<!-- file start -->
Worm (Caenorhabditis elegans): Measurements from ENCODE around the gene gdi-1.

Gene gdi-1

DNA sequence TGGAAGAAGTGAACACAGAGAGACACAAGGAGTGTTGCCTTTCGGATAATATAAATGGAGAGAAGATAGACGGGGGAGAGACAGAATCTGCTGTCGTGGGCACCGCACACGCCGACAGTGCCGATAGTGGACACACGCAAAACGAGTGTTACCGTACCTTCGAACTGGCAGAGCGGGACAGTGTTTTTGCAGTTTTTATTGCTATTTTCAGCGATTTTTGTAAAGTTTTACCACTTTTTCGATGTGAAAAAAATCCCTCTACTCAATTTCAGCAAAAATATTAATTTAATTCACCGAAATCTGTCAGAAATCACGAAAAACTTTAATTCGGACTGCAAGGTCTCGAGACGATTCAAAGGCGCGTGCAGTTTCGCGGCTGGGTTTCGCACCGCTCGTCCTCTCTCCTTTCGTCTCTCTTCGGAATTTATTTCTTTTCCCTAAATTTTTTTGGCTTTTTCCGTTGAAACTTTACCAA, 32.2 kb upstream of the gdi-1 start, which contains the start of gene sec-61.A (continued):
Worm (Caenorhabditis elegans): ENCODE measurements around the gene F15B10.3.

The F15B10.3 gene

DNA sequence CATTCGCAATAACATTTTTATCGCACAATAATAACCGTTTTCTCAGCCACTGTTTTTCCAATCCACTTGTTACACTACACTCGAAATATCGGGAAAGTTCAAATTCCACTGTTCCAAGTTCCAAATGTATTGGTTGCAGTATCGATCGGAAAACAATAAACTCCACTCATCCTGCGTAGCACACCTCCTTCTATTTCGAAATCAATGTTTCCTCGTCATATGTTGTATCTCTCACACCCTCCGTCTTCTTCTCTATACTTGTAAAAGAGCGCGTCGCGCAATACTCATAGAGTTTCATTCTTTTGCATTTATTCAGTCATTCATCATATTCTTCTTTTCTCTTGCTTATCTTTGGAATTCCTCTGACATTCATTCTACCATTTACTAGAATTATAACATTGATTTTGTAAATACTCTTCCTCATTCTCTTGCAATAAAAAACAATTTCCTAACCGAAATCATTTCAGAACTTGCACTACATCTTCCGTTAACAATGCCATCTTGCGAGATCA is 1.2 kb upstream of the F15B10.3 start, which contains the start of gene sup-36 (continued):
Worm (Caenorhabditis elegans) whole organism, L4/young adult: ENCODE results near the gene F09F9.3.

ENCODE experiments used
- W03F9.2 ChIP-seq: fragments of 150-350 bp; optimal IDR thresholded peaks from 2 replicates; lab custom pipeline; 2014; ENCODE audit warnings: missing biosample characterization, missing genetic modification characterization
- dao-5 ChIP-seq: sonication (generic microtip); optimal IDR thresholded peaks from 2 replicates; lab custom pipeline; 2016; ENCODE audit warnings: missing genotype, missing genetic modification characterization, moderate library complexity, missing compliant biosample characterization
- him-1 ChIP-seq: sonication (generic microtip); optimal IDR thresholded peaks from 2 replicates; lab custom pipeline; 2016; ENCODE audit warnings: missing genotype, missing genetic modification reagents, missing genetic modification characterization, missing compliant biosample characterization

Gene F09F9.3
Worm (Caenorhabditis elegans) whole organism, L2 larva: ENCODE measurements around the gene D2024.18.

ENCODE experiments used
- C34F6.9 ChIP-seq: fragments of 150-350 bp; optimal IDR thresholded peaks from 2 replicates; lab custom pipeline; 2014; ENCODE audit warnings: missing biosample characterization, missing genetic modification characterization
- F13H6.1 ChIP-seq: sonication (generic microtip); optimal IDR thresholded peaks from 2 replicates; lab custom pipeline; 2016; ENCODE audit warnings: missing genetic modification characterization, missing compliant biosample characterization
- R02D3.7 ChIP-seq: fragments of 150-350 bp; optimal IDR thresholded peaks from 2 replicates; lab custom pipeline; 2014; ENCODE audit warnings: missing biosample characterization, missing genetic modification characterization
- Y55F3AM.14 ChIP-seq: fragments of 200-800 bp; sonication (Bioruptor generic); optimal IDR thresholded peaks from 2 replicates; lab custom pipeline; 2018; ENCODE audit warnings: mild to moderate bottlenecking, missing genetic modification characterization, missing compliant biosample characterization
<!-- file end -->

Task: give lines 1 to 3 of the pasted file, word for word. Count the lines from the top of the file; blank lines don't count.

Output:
Worm (Caenorhabditis elegans): Measurements from ENCODE around the gene gdi-1.

Gene gdi-1

DNA sequence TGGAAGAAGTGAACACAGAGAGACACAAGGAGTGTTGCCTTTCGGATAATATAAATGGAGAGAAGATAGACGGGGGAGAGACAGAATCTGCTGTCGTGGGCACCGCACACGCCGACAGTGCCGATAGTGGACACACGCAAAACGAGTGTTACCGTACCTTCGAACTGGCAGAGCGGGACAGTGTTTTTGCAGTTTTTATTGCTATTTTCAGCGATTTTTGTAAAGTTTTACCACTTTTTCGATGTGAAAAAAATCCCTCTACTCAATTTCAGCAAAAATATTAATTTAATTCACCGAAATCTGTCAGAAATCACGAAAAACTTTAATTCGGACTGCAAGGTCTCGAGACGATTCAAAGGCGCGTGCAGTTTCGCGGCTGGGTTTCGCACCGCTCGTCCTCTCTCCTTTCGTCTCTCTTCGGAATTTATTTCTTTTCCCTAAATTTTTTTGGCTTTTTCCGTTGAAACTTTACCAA, 32.2 kb upstream of the gdi-1 start, which contains the start of gene sec-61.A (continued):